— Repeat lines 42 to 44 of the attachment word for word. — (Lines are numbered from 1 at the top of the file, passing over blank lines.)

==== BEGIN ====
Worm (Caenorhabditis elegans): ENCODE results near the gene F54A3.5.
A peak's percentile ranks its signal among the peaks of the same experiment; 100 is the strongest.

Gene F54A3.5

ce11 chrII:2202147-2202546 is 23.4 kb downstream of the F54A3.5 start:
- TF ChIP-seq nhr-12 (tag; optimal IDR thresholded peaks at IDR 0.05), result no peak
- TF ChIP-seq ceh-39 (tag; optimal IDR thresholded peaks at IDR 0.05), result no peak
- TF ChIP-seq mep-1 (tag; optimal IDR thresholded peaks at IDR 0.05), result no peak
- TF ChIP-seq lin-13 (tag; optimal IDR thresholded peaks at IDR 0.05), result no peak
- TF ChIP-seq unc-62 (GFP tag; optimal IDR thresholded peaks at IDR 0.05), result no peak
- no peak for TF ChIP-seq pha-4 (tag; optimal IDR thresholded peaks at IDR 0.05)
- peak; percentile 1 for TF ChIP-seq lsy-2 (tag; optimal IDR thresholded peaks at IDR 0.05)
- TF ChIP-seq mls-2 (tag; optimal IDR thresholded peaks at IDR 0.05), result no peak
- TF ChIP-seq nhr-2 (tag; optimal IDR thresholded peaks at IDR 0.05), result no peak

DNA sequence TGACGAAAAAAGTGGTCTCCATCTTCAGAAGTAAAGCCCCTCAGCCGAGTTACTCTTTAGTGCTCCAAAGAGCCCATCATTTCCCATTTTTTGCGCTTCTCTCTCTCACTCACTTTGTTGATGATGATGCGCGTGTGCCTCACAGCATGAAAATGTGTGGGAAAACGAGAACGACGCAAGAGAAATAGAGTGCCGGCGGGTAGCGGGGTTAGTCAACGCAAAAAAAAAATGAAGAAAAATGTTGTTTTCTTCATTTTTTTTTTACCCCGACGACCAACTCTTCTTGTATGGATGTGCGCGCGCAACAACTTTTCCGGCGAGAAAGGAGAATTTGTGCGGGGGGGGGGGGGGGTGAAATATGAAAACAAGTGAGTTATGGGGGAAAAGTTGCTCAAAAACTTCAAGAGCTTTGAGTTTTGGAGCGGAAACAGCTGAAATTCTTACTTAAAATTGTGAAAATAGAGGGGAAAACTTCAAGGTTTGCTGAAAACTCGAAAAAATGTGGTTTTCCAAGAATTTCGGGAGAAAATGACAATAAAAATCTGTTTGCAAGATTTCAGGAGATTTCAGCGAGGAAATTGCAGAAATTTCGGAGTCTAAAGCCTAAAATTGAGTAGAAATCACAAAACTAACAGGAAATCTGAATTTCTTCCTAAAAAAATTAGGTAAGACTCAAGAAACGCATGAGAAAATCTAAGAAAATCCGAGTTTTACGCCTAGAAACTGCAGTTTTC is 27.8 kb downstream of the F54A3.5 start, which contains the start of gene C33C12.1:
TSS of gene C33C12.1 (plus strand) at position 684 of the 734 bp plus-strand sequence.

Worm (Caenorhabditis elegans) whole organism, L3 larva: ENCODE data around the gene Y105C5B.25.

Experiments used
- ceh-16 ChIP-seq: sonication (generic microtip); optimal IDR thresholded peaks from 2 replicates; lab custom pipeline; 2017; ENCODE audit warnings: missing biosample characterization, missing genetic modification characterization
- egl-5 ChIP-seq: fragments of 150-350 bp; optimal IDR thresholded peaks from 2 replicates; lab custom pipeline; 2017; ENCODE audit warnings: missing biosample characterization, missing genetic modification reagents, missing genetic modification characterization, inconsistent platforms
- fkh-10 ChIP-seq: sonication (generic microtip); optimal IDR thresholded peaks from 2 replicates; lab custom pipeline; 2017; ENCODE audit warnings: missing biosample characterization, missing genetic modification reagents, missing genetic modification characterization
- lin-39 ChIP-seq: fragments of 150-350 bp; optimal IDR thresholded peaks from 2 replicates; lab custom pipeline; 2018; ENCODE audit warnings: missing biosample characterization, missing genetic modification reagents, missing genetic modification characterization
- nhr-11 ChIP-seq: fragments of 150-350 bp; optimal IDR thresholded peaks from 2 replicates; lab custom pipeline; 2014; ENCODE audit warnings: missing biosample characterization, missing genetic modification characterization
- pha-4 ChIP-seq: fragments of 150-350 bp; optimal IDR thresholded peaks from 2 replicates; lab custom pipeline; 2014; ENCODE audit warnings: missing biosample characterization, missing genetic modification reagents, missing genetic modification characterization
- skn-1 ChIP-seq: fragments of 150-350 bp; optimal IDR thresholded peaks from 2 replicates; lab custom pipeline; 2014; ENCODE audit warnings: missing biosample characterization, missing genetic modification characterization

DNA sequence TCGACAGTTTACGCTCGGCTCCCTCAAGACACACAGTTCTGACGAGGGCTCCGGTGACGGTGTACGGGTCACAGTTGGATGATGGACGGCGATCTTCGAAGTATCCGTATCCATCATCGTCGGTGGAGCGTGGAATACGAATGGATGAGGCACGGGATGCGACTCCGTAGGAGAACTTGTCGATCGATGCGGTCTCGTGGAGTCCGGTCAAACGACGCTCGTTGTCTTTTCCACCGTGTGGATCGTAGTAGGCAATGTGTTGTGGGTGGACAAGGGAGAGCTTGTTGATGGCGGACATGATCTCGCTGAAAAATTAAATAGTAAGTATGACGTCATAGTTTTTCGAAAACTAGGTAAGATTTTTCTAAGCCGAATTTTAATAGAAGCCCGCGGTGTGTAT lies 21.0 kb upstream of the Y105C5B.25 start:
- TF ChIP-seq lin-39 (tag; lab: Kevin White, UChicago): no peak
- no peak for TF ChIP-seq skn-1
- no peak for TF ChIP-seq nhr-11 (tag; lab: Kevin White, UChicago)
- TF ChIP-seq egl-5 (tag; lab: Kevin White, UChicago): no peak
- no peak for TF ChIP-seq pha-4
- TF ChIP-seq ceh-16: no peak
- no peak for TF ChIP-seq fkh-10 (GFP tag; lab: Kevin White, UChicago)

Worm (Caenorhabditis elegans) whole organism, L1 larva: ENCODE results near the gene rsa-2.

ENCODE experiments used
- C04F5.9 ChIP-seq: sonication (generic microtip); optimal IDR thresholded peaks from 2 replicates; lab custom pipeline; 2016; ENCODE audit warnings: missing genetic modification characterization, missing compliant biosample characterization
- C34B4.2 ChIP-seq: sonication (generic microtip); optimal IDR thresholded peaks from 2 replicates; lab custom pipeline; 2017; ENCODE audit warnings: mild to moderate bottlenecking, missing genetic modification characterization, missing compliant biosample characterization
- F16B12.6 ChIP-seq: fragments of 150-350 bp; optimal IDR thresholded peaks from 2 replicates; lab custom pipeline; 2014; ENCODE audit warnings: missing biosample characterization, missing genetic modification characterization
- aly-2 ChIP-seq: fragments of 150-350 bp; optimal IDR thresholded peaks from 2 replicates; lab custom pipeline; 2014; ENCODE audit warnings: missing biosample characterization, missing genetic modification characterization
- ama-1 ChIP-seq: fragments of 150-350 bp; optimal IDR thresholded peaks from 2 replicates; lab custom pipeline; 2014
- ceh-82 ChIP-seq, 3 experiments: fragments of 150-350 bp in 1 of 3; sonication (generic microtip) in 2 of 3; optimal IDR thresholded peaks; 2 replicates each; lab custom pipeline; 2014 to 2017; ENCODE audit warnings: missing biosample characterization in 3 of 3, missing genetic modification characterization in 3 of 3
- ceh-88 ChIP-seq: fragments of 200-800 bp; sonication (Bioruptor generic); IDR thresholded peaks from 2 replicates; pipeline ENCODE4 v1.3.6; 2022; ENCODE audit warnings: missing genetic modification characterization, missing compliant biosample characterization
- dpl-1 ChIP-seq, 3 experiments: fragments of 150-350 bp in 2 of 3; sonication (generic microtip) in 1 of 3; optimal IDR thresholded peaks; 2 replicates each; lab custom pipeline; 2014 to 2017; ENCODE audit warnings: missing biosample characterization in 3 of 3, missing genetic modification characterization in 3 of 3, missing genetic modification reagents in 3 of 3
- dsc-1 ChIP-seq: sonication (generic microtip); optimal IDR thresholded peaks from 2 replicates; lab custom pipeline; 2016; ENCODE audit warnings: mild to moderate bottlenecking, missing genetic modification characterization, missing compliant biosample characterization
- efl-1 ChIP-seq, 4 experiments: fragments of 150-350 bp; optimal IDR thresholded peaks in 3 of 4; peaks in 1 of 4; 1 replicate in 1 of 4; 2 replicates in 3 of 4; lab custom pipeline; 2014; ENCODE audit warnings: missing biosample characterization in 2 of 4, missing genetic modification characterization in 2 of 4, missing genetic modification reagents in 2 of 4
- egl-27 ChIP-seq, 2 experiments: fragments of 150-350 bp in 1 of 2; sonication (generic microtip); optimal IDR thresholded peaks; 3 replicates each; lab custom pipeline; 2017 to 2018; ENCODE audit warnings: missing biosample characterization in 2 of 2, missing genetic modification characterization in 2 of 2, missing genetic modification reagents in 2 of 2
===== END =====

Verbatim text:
- dpl-1 ChIP-seq, 3 experiments: fragments of 150-350 bp in 2 of 3; sonication (generic microtip) in 1 of 3; optimal IDR thresholded peaks; 2 replicates each; lab custom pipeline; 2014 to 2017; ENCODE audit warnings: missing biosample characterization in 3 of 3, missing genetic modification characterization in 3 of 3, missing genetic modification reagents in 3 of 3
- dsc-1 ChIP-seq: sonication (generic microtip); optimal IDR thresholded peaks from 2 replicates; lab custom pipeline; 2016; ENCODE audit warnings: mild to moderate bottlenecking, missing genetic modification characterization, missing compliant biosample characterization
- efl-1 ChIP-seq, 4 experiments: fragments of 150-350 bp; optimal IDR thresholded peaks in 3 of 4; peaks in 1 of 4; 1 replicate in 1 of 4; 2 replicates in 3 of 4; lab custom pipeline; 2014; ENCODE audit warnings: missing biosample characterization in 2 of 4, missing genetic modification characterization in 2 of 4, missing genetic modification reagents in 2 of 4